SLIP OPINION NO. 2016-OHIO-178
THE STATE EX REL. CLAUGUS FAMILY FARM, L.P. v. SEVENTH DISTRICT
COURT OF APPEALS ET AL.
HUSTACK ET AL., APPELLANTS, v. BECK ENERGY CORPORATION, APPELLEE.
[Until this opinion appears in the Ohio Official Reports advance sheets, it
may be cited as State ex rel. Claugus Family Farm, L.P. v. Seventh Dist. Court
of Appeals, Slip Opinion No. 2016-Ohio-178.]
Oil and gas leases—Class certification—Validity of leases—Covenant to reasonably develop the land—Delay rentals do not extend beyond the fixed term of a lease.
(Nos. 2014-0423 and 2014-1933—Submitted December 15, 2015—Decided
January 21, 2016.)
IN MANDAMUS and PROHIBITION.
APPEAL from the Court of Appeals for Monroe County, Nos. 12 MO 6, 13 MO 2,
13 MO 3, and 13 MO 11, 2014-Ohio-4255.
I see a couple of "wins" for landowners. First - I believe that Beck was arguing that the payment of delayed rentals could extend the term of the lease past 10 years. The court said no. Now in order to maintain leases Beck must drill and produce a well. Of course some may argue that Beck will do this. I don't know how; there are so many leases, it would be virtually impossible to drill them all. To be sure, Beck/XTO may decide to drill a certain amount of the leases in areas they deem worthwhile. But remember, this will be an added cost to the ultimate development of the Utica etc.
Another win I see is the definition of "Capable of being produced". This is no longer at the discretion of the Lessee (Beck/XTO). Again, a producing well will have to be drilled in order to maintain expiring leases. Plus the determination of how shut in and dry hole payments may be applied to extend a lease.
Certainly not the slam dunk many had hoped for, but somewhat of a victory.
Something running afoul on my tablet or the GMS site.
Typed a reply on my tablet earlier and only a partial word posted.
Cyber Glitch to blame.
Read below which makes for a more sensible reply I think.
Don't know what happened to the earlier - but it's been happening awhile on numerous replies to posts I've attempted.
Wish me luck in the future - it is annoying when it happens.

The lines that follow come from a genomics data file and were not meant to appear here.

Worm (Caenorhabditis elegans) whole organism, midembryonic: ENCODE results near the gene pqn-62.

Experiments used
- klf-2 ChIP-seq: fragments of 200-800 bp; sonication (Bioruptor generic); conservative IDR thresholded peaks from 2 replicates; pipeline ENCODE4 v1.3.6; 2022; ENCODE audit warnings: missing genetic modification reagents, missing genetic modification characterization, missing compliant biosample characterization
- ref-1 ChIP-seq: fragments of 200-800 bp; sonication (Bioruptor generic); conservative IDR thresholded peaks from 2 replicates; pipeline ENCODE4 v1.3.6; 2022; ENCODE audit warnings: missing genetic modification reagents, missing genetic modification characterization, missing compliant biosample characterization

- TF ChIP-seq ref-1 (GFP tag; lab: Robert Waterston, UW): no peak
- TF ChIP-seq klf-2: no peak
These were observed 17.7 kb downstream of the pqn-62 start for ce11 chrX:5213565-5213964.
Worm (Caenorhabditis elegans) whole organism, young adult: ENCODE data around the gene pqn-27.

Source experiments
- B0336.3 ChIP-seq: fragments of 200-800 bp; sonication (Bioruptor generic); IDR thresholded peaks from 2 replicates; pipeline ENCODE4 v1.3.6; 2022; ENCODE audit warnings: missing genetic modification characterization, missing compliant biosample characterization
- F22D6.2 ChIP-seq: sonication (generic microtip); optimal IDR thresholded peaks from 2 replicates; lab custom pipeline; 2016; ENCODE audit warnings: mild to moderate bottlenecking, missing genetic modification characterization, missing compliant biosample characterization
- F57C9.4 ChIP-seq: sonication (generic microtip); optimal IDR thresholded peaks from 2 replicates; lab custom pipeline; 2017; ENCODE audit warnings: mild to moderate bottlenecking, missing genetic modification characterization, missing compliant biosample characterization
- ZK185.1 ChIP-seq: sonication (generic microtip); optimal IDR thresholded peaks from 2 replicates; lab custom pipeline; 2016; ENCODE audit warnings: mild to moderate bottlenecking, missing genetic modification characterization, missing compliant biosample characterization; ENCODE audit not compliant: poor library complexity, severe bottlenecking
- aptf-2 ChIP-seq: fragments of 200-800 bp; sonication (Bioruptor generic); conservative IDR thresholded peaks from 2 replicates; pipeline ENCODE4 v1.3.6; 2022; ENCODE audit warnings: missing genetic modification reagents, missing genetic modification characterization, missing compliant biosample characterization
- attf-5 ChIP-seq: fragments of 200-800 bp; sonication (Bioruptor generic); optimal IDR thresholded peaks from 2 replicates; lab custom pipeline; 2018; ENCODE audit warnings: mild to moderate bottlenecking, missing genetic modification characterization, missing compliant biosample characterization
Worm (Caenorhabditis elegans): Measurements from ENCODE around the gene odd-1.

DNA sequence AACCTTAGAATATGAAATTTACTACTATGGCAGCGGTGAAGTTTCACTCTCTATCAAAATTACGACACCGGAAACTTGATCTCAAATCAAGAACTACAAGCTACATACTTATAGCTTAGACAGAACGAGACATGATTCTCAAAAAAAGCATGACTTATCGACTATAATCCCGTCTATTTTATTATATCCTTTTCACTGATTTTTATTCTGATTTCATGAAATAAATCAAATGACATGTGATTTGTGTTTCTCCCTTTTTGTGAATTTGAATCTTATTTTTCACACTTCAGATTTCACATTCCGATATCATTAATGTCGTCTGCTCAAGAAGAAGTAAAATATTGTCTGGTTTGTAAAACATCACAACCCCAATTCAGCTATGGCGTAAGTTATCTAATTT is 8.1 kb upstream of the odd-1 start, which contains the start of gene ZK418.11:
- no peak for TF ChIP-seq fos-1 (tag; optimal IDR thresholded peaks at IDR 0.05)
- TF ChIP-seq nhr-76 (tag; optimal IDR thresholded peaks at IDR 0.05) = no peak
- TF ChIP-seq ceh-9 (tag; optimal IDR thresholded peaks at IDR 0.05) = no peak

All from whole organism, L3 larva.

You find slivers of silver linings then.
All we can do is see what next pans out for the lessors.
Good luck to them and all of us.
Thanks for your interpretations Barry D.
Another general win for landowners is this:
In the past Lessees (the companies) have interpreted clauses,
in this form lease, to fit their needs. The Supreme Court decision
means that this practice has been curtailed. I suspect that other
interpretations of clauses in this lease will end up in court. So the
process of defining terms has begun. It may not always be a win
for landowners, but I think the overall effect will be to the benefit
of landowners. Time will tell.
At the very least I hope that landowners considering a lease or renewing a lease take a long look at each and every word in the lease. Those words are not in the lease at random. Over one hundred years of refining lease language has been performed by companies. Every word means something; every clause is connected to other clauses. It's a serious matter to enter into a lease and I fear that too many folks have not treated it as such (including trusting some of the landowner groups). Now they are reaping the negative results of a bad decision.
Yes, a sliver of a silver lining
HOW CAN ANYONE CLAIM LANDOWNERS WON!!!!!! THEY LOST BIG TIME.
Beck gets to hold these leases forever without drilling yet the court declares it not a perpetual lease (which would have invalidated the lease in total).
from Judge Pfeiffer's very good dissent
Meanwhile, Beck Energy’s attorney argued that
Claugus’s interests, as an unnamed class member, were skillfully and properly